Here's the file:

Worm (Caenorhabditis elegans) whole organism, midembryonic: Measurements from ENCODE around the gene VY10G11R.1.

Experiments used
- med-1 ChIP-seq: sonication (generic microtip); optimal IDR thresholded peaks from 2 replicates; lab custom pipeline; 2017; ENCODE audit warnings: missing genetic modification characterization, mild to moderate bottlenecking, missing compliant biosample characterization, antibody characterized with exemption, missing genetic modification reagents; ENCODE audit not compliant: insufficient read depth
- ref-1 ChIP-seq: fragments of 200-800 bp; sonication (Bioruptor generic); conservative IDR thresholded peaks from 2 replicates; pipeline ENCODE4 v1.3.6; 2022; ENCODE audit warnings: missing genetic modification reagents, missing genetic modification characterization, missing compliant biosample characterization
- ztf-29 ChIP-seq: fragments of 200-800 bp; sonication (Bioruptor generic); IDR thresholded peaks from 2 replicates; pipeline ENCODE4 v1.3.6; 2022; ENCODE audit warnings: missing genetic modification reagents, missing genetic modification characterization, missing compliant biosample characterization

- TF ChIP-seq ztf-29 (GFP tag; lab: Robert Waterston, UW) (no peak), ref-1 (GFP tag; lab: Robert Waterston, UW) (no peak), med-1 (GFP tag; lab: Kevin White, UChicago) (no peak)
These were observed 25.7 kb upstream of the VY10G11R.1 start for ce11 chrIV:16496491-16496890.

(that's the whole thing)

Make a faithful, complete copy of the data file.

Worm (Caenorhabditis elegans) whole organism, midembryonic: Measurements from ENCODE around the gene VY10G11R.1.

Experiments used
- med-1 ChIP-seq: sonication (generic microtip); optimal IDR thresholded peaks from 2 replicates; lab custom pipeline; 2017; ENCODE audit warnings: missing genetic modification characterization, mild to moderate bottlenecking, missing compliant biosample characterization, antibody characterized with exemption, missing genetic modification reagents; ENCODE audit not compliant: insufficient read depth
- ref-1 ChIP-seq: fragments of 200-800 bp; sonication (Bioruptor generic); conservative IDR thresholded peaks from 2 replicates; pipeline ENCODE4 v1.3.6; 2022; ENCODE audit warnings: missing genetic modification reagents, missing genetic modification characterization, missing compliant biosample characterization
- ztf-29 ChIP-seq: fragments of 200-800 bp; sonication (Bioruptor generic); IDR thresholded peaks from 2 replicates; pipeline ENCODE4 v1.3.6; 2022; ENCODE audit warnings: missing genetic modification reagents, missing genetic modification characterization, missing compliant biosample characterization

- TF ChIP-seq ztf-29 (GFP tag; lab: Robert Waterston, UW) (no peak), ref-1 (GFP tag; lab: Robert Waterston, UW) (no peak), med-1 (GFP tag; lab: Kevin White, UChicago) (no peak)
These were observed 25.7 kb upstream of the VY10G11R.1 start for ce11 chrIV:16496491-16496890.